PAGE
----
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    Dec 10 2012: No. I do not believe that the absence of Religion will make the world more peaceful. Man has used Religion as an excuse to create violence. We humans have evolved partly because of war. In the history of man, wars have often been started from poor little excuses. Many religious doctrines are written in such ways that any interpretation is possible. Further I would like to add that I am not a religious person and am not edorsing any theologica belief however, I believe that religion is imbedded to humans therefore it has earned a rightful place. Eg. there would be no need or a place for science. Science partly exists because we ask the question, is there a God?
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    Dec 8 2012: Understand from where you are coming from.......yes we humankind has enormous capability to find reason to discriminate or supress others.....

    However , I do feel absence of religion will give us one reason less to fight or kill each other ........
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    Dec 5 2012: I believe that religion is a more personal thing than a thing everyone should know about you. I think religion today, keeps many people alive and happy, with all of the bad things that are going on and the things that people are experiencing. Any religion will keep the followers of that religion happy and sophisticated. And it is good to experience many different cultures and religions as well, don't get me wrong. I love the world and it's people, and I think that the absence of religion would not make the world more peaceful, because for me, religion gives me hope. And I look forward to seeing my family members/friends and pets who have already passed, because I could not stand to just think that when we die, we are just gone.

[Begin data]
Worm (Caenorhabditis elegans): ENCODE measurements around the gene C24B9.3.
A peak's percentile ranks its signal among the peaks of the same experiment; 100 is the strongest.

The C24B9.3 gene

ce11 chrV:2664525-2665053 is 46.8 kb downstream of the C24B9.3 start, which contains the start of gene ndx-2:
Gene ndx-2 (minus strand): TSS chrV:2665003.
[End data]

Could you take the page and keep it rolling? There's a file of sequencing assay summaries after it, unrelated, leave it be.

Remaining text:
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    Dec 4 2012: No
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    Dec 4 2012: Are people who have no religion peaceful?
    • Dec 4 2012: More often than not.
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        Dec 5 2012: My personal experience is at variance with your statement. Actually, on a personal level -which is quite different from the level Mr. Barnabas is asking about- some of the most hostile, mean-spirited people have been folks who eschew religion. As I count backwards through the wars in which Americans have participated I can't think of one that was primarily a result of religious friction. (The never ending Middle East wars are about real estate, oil, and deep-seated ethnic hatred). It's easy to blame religion, including Atheism, for man's ills but I don't think the facts support it.
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      Dec 10 2012: Mr. Long. your question of, are people with no religion peaceful? is a very good one, because it is in those people that we might find the real answer.
  • Dec 4 2012: The absence of war will.
    The absence of competition for each person's share of the earths resources will.